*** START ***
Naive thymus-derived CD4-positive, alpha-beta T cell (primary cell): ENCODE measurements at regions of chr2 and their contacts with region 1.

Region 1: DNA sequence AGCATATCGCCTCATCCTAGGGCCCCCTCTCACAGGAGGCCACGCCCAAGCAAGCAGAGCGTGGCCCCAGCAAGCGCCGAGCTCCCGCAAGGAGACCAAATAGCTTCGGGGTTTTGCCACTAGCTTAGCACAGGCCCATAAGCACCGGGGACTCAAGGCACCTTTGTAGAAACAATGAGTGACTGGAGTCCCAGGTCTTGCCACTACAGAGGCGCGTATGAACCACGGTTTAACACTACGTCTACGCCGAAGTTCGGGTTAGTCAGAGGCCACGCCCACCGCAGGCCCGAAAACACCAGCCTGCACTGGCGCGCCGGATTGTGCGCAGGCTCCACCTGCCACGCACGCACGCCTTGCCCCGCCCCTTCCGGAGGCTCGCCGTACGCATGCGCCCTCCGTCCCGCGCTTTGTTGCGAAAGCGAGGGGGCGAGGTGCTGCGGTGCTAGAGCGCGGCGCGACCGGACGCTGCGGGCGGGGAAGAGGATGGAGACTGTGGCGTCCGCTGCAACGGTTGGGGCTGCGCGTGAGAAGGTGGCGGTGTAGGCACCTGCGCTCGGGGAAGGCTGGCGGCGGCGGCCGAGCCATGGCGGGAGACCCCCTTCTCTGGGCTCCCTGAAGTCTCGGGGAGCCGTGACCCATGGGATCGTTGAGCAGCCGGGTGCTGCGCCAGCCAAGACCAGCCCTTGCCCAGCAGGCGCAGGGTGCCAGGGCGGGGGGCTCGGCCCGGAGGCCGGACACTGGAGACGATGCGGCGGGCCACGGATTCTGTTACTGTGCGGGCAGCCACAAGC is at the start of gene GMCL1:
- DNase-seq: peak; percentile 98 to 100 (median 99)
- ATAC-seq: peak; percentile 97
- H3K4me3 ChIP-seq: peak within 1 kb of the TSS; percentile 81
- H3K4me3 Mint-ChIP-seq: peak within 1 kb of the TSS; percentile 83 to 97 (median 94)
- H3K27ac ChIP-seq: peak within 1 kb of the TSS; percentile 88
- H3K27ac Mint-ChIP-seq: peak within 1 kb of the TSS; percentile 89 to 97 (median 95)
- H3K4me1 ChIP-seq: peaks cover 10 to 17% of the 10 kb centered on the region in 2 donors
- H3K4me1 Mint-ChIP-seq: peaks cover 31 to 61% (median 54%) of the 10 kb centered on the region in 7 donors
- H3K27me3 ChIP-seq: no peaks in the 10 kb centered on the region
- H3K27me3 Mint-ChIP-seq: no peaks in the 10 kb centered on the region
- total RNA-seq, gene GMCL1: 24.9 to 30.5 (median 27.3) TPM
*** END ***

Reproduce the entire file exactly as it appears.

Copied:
Naive thymus-derived CD4-positive, alpha-beta T cell (primary cell): ENCODE measurements at regions of chr2 and their contacts with region 1.

Region 1: DNA sequence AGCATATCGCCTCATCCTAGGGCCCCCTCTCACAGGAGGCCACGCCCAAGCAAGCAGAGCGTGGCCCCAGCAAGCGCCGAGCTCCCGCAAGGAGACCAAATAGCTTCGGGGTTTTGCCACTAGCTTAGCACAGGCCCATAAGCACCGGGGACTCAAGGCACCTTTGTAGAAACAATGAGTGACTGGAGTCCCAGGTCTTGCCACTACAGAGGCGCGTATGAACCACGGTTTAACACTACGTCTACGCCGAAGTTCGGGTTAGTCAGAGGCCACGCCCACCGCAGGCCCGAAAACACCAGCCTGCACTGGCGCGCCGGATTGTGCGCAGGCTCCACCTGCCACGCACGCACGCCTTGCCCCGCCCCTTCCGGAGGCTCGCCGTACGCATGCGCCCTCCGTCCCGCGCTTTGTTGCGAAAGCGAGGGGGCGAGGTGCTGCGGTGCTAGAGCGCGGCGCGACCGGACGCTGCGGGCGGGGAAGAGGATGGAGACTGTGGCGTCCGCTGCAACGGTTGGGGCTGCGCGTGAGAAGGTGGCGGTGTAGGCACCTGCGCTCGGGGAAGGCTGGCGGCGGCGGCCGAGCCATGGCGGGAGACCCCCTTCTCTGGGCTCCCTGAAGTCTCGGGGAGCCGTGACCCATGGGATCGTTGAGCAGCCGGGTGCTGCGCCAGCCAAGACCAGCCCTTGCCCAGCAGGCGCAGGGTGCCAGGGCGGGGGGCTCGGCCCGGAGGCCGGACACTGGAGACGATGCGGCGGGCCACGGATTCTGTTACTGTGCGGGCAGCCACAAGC is at the start of gene GMCL1:
- DNase-seq: peak; percentile 98 to 100 (median 99)
- ATAC-seq: peak; percentile 97
- H3K4me3 ChIP-seq: peak within 1 kb of the TSS; percentile 81
- H3K4me3 Mint-ChIP-seq: peak within 1 kb of the TSS; percentile 83 to 97 (median 94)
- H3K27ac ChIP-seq: peak within 1 kb of the TSS; percentile 88
- H3K27ac Mint-ChIP-seq: peak within 1 kb of the TSS; percentile 89 to 97 (median 95)
- H3K4me1 ChIP-seq: peaks cover 10 to 17% of the 10 kb centered on the region in 2 donors
- H3K4me1 Mint-ChIP-seq: peaks cover 31 to 61% (median 54%) of the 10 kb centered on the region in 7 donors
- H3K27me3 ChIP-seq: no peaks in the 10 kb centered on the region
- H3K27me3 Mint-ChIP-seq: no peaks in the 10 kb centered on the region
- total RNA-seq, gene GMCL1: 24.9 to 30.5 (median 27.3) TPM